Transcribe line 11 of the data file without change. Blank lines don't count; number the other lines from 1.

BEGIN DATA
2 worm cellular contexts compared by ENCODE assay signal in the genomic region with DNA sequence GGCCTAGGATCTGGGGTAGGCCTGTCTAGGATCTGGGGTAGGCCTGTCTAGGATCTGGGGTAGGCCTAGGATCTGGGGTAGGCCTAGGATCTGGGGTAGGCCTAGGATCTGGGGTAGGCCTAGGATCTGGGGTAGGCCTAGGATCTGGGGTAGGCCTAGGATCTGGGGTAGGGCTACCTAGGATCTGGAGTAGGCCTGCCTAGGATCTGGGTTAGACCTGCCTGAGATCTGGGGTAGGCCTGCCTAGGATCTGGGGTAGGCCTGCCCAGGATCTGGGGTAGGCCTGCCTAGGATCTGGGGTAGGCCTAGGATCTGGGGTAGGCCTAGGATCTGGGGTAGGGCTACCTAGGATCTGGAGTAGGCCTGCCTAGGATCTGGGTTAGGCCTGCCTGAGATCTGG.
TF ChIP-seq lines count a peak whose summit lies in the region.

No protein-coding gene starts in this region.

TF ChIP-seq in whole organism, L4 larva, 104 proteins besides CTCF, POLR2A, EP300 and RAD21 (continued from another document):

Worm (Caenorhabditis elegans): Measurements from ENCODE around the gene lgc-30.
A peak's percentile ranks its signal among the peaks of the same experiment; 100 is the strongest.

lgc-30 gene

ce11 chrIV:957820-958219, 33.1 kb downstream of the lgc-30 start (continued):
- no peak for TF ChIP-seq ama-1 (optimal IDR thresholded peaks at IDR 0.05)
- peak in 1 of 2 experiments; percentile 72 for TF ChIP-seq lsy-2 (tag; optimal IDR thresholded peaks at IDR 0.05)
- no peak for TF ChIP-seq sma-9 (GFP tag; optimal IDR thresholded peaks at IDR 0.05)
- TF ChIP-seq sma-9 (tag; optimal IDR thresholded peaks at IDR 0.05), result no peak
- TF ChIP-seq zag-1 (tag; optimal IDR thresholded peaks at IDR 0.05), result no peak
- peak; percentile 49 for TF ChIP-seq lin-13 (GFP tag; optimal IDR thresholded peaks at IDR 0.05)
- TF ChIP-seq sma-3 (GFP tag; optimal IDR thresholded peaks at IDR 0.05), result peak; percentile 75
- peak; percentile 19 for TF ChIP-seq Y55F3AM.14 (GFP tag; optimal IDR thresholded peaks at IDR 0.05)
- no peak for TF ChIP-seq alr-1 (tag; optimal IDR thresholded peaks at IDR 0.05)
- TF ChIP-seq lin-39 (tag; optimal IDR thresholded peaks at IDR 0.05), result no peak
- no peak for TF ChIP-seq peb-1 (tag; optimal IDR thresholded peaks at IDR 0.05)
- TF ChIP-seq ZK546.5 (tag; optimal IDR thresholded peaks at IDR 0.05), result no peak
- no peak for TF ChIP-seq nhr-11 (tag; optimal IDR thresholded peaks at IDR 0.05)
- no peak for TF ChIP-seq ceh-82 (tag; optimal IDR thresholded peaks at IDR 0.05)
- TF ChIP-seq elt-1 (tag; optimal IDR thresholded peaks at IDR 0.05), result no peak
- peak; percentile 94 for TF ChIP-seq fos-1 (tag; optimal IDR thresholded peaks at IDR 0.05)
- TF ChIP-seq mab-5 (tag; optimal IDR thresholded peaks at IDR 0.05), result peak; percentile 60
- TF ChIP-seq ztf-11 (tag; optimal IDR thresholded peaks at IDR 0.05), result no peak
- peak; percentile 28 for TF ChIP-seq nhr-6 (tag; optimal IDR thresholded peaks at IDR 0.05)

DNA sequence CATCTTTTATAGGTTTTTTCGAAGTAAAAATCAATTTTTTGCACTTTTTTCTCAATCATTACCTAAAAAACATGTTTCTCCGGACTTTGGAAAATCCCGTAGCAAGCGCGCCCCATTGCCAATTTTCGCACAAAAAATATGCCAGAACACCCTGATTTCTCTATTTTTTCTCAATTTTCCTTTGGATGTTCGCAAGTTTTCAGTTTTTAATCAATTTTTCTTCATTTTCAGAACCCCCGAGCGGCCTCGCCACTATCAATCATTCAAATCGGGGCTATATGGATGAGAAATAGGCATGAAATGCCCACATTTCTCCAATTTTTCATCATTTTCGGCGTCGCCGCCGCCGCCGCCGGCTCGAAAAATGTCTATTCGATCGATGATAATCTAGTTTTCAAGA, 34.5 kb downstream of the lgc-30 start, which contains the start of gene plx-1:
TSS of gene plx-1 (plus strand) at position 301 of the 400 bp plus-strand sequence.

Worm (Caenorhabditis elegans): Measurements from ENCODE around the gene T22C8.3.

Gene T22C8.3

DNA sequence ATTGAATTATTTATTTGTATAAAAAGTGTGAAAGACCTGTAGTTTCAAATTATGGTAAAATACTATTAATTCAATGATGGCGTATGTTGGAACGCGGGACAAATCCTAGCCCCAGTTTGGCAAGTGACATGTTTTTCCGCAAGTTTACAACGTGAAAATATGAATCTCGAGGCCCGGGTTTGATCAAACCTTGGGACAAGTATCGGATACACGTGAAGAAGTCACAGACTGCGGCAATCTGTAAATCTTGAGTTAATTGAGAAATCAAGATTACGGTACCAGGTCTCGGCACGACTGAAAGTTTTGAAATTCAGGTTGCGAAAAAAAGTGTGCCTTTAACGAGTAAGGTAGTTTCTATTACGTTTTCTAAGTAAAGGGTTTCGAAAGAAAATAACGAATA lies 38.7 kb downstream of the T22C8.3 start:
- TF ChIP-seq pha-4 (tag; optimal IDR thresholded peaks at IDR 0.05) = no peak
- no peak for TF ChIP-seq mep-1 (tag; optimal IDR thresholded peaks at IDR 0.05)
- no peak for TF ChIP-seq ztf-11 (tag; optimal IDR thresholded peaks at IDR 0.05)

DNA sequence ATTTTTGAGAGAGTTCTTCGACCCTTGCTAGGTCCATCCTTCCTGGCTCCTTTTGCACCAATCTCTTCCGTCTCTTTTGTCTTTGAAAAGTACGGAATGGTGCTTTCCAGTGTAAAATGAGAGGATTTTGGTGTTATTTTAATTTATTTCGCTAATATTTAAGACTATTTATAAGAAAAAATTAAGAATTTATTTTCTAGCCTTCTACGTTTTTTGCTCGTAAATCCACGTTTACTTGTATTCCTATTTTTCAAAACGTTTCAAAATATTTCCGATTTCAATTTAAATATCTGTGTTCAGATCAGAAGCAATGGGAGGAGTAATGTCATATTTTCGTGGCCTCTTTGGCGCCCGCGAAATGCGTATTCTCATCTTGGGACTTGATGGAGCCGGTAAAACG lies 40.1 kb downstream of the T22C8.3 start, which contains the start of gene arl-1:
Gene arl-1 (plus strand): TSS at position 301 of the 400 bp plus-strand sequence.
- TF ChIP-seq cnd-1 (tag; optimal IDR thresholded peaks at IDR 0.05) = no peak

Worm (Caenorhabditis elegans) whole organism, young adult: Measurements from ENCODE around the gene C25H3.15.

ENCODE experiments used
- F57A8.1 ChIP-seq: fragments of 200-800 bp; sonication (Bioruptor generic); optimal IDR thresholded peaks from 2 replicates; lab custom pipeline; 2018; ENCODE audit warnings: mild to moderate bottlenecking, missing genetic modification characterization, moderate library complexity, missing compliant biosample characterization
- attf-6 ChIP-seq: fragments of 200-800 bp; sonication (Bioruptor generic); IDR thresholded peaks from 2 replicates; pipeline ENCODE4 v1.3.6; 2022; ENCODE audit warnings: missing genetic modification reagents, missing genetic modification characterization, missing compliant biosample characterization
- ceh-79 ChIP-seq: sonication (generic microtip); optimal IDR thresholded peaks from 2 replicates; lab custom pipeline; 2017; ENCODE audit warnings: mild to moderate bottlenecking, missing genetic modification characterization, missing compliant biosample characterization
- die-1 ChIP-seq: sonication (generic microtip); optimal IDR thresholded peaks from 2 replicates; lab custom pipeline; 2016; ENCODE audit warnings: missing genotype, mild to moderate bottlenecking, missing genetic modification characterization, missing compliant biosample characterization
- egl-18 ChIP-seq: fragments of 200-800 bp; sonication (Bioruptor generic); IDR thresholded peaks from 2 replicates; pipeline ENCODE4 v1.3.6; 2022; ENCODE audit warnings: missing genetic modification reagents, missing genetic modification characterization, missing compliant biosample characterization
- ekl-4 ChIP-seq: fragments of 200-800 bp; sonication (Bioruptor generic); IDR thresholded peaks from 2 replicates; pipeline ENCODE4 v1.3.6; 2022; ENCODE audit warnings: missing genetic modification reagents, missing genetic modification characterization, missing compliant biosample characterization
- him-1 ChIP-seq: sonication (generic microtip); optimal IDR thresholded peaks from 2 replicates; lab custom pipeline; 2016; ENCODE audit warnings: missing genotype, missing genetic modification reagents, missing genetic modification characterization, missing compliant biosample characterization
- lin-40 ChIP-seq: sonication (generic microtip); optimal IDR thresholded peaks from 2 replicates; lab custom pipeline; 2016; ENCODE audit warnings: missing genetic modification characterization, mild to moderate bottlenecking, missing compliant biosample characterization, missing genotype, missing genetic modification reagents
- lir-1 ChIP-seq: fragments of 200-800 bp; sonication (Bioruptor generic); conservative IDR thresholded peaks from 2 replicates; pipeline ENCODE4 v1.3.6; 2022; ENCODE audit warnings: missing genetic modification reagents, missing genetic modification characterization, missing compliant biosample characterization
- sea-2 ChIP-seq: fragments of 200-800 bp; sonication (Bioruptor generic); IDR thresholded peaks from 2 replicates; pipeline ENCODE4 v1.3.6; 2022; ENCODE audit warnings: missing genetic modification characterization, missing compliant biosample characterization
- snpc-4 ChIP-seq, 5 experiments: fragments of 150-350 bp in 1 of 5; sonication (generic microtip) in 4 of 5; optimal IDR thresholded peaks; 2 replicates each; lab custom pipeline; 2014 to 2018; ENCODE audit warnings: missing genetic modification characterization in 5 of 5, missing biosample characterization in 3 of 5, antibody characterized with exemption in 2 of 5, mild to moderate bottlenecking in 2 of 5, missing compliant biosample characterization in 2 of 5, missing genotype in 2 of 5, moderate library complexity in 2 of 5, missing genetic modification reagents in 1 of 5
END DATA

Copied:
- no peak for TF ChIP-seq sma-9 (GFP tag; optimal IDR thresholded peaks at IDR 0.05)